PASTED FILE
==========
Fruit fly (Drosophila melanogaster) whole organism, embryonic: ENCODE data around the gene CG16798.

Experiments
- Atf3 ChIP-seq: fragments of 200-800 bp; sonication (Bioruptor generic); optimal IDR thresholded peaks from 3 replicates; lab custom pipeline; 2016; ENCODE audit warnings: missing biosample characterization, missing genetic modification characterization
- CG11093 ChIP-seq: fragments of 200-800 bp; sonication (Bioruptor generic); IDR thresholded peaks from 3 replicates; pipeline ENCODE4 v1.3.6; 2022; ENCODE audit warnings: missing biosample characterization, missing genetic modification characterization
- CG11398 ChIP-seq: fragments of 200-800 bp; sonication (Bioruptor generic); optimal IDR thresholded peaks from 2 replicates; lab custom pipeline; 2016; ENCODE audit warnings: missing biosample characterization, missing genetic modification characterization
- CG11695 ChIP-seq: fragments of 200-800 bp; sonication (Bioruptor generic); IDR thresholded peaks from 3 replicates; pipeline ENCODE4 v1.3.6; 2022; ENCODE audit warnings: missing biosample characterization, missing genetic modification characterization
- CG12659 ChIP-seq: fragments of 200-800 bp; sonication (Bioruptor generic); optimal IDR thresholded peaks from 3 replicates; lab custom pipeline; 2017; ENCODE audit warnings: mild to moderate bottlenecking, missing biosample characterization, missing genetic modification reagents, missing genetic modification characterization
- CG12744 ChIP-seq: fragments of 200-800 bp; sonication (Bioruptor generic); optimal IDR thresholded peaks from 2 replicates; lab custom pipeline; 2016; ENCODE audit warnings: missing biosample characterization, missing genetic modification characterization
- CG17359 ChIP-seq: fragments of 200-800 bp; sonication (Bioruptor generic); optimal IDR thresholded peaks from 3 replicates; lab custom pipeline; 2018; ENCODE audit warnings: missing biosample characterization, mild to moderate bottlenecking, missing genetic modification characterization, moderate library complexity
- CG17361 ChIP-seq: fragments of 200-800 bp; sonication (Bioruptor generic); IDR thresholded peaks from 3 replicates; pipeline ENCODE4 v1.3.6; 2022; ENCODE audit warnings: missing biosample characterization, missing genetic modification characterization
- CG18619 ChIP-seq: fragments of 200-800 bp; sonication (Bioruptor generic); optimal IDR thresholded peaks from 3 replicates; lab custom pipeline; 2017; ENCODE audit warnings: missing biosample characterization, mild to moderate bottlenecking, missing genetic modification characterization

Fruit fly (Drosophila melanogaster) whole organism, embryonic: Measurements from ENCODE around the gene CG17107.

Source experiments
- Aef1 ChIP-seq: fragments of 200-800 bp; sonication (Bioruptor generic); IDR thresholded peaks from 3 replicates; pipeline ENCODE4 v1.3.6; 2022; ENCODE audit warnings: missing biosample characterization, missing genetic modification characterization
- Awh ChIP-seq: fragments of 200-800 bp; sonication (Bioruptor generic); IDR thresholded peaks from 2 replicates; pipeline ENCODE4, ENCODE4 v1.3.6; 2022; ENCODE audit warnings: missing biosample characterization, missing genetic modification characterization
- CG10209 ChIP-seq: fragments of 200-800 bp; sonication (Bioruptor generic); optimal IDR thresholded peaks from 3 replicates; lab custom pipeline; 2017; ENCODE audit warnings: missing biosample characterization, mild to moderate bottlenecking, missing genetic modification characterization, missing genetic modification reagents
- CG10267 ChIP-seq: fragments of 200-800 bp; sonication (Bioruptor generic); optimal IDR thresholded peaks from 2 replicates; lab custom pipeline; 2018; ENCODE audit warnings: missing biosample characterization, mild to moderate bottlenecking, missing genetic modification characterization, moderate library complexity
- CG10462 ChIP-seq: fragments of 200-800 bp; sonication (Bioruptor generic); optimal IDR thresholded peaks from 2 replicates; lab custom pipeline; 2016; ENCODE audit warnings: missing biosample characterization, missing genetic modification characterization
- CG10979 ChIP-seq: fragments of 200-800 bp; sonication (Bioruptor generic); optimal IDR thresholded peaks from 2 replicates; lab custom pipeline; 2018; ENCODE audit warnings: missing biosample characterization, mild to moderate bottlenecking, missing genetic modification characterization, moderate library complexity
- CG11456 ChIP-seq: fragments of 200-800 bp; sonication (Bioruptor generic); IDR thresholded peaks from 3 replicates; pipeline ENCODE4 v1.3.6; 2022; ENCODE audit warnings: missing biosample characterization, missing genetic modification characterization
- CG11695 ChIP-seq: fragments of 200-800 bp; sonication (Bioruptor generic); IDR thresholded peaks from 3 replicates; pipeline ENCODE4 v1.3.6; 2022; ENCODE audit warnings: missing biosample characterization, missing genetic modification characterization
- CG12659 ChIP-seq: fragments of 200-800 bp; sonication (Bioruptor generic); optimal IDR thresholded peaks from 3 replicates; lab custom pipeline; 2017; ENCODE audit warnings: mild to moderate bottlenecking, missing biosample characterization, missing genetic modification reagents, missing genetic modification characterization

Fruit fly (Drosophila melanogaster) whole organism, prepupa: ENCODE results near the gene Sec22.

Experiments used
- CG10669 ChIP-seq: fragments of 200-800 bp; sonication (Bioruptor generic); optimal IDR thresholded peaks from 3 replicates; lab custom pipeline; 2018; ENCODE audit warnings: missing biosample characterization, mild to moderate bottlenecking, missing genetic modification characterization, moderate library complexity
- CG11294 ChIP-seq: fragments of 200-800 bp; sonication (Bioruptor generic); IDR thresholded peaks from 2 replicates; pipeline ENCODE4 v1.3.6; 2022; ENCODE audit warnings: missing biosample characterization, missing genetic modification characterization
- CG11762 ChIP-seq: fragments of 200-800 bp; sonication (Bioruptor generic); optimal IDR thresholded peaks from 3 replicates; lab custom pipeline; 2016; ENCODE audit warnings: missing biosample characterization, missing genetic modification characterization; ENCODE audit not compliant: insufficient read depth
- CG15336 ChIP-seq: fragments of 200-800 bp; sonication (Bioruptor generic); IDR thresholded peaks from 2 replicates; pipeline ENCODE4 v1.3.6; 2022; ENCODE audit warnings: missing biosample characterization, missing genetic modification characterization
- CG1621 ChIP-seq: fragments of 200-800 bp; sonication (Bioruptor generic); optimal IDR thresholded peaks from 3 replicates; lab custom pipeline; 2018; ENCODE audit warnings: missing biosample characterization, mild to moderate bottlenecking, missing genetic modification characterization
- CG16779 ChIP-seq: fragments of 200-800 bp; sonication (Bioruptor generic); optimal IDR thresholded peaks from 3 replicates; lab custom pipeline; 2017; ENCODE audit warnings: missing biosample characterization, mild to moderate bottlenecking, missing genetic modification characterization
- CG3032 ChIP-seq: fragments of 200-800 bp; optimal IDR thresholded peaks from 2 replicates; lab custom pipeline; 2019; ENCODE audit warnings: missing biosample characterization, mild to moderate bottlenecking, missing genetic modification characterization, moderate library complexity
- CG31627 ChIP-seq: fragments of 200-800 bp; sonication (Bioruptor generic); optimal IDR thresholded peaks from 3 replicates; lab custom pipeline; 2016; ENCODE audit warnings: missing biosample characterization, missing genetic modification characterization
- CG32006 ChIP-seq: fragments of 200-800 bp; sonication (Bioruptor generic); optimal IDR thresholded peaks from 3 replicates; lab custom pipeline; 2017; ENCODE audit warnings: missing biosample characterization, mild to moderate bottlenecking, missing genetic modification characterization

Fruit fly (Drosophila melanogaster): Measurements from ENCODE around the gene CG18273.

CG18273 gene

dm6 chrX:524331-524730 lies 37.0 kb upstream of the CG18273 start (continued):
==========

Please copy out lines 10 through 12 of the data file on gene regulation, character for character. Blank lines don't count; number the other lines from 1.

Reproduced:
- CG17361 ChIP-seq: fragments of 200-800 bp; sonication (Bioruptor generic); IDR thresholded peaks from 3 replicates; pipeline ENCODE4 v1.3.6; 2022; ENCODE audit warnings: missing biosample characterization, missing genetic modification characterization
- CG18619 ChIP-seq: fragments of 200-800 bp; sonication (Bioruptor generic); optimal IDR thresholded peaks from 3 replicates; lab custom pipeline; 2017; ENCODE audit warnings: missing biosample characterization, mild to moderate bottlenecking, missing genetic modification characterization

Fruit fly (Drosophila melanogaster) whole organism, embryonic: Measurements from ENCODE around the gene CG17107.